The journey matters. That’s what a story is: the account of an ‘adventure’, be it a romp through demon-infested caverns or the tale of an old woman’s last days in splendid isolation. And, at its heart, the journey is not a physical voyage but a state of mind. A satisfying story will be one where the characters finish up as different people to those who set out.
This is what I’m getting wrong.
It’s been a gradual feeling creeping over me over the course of several drafts. I have a large cast. Some of the characters I’ve worked with were created on the spur of the moment, designed to fill a need and who have then grown. Others I’ve had in my head for years and I’m finally getting round to setting in an actual story.
Guess which ones I’ve done badly.
Yup, that’s right: it’s the ones I’ve held longest. They don’t grow. They don’t have the arcs. What I’m gradually coming to realise is that I’ve started their tales in the wrong place. They are too complete, too mature: they’ve fought their battles already and have found peace. Great for them but no good for my readers.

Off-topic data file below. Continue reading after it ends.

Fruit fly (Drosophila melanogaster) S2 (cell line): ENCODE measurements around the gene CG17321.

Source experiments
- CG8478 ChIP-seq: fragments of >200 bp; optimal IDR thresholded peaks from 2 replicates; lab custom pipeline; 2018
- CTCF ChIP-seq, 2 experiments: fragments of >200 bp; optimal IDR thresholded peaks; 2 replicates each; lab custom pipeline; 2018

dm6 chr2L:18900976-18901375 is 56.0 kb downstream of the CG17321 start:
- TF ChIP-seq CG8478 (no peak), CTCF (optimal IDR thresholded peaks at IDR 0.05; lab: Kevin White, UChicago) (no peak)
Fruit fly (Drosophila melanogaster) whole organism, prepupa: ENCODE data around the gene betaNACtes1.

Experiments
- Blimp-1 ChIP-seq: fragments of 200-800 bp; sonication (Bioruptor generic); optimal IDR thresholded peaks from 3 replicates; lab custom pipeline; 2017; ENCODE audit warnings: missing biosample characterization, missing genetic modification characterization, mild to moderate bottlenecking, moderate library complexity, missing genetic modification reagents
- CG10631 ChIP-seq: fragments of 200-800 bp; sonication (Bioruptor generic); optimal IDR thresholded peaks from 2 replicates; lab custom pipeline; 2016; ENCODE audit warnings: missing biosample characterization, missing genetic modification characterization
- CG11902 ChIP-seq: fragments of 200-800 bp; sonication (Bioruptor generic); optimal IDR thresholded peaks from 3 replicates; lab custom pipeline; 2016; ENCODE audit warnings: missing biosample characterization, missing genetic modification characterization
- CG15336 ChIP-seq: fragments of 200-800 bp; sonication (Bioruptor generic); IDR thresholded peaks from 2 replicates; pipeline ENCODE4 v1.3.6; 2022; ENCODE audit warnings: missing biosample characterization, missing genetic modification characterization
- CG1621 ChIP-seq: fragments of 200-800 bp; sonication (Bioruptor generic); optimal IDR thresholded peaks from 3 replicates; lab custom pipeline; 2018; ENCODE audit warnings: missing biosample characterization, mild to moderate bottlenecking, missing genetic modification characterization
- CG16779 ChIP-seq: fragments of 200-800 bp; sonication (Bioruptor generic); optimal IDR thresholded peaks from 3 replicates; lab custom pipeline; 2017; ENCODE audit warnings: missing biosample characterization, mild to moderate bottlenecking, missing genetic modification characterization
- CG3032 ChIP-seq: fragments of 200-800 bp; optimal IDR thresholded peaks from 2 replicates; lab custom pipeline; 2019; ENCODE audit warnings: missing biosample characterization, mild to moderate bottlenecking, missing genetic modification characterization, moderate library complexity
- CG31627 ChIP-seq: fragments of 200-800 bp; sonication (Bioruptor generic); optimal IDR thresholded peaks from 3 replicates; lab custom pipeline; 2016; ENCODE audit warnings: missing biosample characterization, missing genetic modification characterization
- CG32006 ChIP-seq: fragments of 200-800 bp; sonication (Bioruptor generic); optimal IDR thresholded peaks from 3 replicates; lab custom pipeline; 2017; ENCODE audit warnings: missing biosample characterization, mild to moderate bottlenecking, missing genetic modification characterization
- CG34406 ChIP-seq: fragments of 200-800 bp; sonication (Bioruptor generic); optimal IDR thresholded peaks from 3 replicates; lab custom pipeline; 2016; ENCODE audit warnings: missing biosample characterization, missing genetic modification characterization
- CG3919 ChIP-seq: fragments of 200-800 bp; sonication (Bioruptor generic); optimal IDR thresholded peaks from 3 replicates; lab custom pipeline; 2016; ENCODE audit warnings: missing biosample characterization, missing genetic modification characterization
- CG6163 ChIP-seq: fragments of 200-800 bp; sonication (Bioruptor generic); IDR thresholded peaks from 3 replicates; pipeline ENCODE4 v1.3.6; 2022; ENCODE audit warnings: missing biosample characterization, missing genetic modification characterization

When we first see a character in a novel they need to be flawed. They might have incredible powers; they might be geniuses, they might have colossal strength but they don’t have a personality without a flaw. They must have a weakness – either physical or emotional or social – that we must see them conquer.
Which is why the next draft of Oneiromancer must de-age some of my characters. I possibly mean that literally – just take my characters back in time a little – but the crucial thing is that they start at an earlier stage of their development. I’ve skipped the introduction and rushed straight to the climax. No-one likes a Mary-Sue: I must take them back to when they were apprentices, not masters.
This is difficult. I’ve lived with these people for a long time – for too long. They’re fixed in my brain. Hell, they’re wish-fulfilment – the sort of people I want to be. Before I can get it right I need to let go. I need to redefine them in my mind, to divorce them; to sever the emotional bond I’ve built up over a decade or more.
This is a challenge. And I hate hard work.